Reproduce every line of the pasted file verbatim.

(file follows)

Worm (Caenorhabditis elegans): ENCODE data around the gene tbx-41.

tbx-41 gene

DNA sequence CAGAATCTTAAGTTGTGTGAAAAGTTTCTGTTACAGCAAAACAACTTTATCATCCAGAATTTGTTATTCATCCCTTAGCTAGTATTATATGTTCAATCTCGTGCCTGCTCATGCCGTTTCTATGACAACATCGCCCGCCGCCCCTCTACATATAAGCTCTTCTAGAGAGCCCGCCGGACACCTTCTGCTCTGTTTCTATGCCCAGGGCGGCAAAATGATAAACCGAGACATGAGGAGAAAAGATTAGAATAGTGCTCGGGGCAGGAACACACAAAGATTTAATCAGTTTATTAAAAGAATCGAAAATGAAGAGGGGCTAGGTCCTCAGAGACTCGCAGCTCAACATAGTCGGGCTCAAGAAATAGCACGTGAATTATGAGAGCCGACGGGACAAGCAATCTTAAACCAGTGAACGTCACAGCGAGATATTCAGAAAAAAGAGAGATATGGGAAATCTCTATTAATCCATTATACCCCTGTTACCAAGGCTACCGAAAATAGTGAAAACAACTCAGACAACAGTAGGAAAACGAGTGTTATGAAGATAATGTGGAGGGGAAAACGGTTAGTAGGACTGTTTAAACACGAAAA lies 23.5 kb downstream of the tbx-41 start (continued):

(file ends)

Worm (Caenorhabditis elegans): ENCODE data around the gene tbx-41.

tbx-41 gene

DNA sequence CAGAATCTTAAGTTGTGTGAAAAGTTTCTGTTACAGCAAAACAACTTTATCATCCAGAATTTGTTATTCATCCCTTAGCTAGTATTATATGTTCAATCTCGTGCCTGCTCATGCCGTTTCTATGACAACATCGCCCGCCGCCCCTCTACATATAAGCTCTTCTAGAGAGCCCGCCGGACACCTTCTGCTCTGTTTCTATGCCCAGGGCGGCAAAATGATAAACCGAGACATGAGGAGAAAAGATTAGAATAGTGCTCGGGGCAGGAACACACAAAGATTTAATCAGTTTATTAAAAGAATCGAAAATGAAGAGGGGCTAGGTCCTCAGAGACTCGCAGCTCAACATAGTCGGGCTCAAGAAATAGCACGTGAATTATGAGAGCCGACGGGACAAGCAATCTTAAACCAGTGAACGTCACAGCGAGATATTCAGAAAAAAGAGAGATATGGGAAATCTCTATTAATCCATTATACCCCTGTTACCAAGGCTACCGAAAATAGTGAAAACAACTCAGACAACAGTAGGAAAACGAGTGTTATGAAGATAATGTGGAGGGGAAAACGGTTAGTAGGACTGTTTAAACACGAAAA lies 23.5 kb downstream of the tbx-41 start (continued):